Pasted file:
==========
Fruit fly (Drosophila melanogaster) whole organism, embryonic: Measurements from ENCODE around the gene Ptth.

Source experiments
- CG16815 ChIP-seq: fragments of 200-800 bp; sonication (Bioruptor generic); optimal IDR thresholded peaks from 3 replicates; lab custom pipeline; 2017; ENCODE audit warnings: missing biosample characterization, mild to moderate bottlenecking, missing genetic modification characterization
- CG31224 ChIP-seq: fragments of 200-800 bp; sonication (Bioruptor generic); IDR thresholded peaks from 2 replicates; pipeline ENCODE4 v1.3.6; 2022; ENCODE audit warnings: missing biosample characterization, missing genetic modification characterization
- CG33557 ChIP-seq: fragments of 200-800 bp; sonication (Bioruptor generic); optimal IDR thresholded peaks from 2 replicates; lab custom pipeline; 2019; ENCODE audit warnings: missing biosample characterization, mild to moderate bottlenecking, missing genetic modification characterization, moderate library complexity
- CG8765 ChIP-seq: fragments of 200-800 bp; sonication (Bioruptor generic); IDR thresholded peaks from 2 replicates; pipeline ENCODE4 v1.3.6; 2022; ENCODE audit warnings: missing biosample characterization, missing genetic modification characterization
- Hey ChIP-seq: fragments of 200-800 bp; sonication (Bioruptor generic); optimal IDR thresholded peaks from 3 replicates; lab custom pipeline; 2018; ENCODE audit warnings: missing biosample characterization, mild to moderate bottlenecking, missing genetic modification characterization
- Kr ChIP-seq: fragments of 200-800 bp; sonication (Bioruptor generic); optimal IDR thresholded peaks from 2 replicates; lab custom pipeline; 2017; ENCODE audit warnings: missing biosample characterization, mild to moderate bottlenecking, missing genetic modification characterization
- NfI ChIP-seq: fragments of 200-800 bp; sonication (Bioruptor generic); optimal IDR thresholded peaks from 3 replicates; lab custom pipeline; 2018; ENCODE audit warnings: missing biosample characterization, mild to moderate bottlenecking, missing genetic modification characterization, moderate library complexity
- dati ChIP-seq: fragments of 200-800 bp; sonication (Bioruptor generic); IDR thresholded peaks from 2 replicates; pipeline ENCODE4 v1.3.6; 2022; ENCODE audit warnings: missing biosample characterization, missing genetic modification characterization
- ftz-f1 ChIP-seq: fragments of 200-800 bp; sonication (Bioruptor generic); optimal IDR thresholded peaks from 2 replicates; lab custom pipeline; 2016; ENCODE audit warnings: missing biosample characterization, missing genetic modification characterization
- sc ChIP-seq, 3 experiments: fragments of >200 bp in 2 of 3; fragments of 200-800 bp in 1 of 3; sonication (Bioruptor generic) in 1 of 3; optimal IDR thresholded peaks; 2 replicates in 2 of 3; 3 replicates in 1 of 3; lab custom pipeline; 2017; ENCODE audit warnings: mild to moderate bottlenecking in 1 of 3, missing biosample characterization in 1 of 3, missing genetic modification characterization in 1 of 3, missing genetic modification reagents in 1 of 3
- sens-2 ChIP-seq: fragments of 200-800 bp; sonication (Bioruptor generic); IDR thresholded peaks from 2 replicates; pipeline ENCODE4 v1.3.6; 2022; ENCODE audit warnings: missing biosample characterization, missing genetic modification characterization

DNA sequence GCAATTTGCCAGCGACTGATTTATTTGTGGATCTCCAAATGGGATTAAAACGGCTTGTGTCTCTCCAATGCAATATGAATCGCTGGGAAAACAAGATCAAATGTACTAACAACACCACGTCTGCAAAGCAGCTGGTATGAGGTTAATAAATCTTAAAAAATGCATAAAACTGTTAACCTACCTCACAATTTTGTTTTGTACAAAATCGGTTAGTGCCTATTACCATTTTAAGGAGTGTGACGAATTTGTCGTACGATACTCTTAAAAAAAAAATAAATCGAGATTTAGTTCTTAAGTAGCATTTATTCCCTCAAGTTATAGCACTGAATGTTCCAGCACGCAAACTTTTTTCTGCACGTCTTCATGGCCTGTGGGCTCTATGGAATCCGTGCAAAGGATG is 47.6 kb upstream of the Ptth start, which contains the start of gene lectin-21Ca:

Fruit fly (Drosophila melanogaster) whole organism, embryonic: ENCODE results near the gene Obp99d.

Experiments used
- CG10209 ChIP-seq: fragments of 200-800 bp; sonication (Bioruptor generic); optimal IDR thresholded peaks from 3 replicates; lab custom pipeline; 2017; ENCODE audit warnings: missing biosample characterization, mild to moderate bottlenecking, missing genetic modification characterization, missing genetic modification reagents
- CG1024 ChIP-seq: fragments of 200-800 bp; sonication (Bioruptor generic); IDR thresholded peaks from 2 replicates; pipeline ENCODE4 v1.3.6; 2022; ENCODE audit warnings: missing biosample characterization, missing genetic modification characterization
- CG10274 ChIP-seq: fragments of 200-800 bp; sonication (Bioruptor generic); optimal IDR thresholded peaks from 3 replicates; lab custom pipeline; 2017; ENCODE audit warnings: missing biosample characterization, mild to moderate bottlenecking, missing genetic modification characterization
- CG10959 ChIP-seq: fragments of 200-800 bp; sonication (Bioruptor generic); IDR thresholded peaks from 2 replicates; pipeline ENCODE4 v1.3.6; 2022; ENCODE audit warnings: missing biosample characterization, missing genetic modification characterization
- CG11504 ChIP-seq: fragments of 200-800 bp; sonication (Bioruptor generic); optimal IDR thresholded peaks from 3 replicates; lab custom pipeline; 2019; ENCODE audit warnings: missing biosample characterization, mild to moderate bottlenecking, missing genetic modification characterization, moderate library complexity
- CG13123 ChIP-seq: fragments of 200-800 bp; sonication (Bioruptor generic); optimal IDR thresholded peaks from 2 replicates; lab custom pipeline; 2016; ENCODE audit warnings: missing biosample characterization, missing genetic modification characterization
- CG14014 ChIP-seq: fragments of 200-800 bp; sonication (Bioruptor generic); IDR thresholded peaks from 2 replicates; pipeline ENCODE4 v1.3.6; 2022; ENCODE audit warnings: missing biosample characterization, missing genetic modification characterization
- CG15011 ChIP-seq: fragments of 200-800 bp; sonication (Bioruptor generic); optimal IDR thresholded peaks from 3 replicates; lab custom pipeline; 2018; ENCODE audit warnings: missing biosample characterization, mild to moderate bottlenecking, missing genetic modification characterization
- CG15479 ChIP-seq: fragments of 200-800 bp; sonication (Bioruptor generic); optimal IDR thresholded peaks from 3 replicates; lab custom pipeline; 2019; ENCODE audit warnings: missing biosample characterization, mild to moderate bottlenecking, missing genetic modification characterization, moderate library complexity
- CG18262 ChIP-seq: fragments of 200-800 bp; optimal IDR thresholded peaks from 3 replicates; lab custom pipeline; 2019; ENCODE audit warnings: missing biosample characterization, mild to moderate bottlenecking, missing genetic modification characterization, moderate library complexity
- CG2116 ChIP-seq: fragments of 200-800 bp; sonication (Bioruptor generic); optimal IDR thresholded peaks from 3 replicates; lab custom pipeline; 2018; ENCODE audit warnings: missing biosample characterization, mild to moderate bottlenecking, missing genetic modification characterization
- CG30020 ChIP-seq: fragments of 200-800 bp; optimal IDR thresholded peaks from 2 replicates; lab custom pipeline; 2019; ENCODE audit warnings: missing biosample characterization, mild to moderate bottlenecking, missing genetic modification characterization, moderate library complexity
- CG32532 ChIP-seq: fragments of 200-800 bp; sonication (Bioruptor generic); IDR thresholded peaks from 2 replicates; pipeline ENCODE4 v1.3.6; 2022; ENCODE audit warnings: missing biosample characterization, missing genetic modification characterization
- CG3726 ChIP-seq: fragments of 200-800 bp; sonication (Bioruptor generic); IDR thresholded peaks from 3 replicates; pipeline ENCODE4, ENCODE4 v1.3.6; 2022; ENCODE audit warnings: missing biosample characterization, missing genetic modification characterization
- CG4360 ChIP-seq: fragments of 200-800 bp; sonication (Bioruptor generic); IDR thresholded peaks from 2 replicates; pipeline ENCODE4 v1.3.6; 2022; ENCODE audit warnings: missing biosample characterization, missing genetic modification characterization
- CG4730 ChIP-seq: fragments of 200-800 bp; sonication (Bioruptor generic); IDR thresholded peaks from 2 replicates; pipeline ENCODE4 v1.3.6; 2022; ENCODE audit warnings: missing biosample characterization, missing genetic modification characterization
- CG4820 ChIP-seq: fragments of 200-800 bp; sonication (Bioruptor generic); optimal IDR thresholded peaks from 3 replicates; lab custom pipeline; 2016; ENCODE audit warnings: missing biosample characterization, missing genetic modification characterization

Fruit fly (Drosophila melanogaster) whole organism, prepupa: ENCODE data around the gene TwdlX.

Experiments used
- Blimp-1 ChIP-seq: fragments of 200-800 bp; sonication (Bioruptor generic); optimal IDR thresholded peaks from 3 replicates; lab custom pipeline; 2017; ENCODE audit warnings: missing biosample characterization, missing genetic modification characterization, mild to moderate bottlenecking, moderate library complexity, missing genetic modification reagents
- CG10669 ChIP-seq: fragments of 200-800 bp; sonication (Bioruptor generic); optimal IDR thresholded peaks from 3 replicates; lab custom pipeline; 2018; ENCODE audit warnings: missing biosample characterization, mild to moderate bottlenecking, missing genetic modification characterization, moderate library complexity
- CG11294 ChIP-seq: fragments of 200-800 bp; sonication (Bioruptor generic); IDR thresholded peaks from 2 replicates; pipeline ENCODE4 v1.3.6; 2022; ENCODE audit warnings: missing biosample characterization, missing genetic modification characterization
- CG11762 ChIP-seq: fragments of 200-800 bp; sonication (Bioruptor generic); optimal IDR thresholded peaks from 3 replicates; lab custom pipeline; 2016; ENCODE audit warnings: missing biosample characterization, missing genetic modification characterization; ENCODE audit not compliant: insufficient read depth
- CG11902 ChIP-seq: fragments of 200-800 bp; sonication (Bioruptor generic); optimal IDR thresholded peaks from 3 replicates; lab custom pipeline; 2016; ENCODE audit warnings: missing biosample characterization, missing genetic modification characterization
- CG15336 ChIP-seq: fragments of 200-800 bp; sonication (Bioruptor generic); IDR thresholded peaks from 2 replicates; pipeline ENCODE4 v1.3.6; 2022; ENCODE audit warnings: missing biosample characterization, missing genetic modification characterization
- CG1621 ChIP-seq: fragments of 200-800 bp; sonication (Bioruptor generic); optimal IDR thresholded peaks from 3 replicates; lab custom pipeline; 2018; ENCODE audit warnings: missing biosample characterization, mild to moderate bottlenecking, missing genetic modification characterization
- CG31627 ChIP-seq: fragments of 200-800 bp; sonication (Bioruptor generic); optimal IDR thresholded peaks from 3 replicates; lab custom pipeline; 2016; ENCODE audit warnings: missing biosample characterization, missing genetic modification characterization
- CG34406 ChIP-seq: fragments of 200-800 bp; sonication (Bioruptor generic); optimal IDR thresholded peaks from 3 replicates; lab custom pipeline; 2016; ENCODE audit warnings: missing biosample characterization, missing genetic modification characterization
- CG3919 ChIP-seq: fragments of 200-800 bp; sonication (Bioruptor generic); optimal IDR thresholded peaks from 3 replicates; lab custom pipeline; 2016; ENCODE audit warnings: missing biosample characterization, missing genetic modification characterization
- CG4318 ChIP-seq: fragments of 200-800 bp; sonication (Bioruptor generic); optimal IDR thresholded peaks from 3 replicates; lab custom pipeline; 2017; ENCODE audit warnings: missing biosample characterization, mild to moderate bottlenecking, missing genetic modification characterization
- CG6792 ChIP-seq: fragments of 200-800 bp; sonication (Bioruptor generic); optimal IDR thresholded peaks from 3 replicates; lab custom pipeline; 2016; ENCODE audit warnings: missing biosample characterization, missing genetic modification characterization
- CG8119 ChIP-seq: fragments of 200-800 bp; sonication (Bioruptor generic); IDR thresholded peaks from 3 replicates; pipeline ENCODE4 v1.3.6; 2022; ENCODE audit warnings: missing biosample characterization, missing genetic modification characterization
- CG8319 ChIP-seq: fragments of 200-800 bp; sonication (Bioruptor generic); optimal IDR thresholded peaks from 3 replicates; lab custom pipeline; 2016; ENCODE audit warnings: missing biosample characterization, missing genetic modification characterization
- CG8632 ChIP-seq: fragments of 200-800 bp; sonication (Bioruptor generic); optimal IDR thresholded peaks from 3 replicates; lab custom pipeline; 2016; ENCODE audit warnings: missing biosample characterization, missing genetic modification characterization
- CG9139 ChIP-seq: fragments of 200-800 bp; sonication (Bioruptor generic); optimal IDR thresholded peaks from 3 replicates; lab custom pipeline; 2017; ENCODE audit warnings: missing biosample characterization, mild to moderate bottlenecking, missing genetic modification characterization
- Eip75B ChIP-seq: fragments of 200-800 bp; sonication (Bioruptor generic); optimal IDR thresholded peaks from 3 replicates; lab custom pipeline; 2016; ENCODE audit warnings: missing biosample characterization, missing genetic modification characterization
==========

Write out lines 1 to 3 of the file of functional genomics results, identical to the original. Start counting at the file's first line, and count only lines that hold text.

Fruit fly (Drosophila melanogaster) whole organism, embryonic: Measurements from ENCODE around the gene Ptth.

Source experiments
- CG16815 ChIP-seq: fragments of 200-800 bp; sonication (Bioruptor generic); optimal IDR thresholded peaks from 3 replicates; lab custom pipeline; 2017; ENCODE audit warnings: missing biosample characterization, mild to moderate bottlenecking, missing genetic modification characterization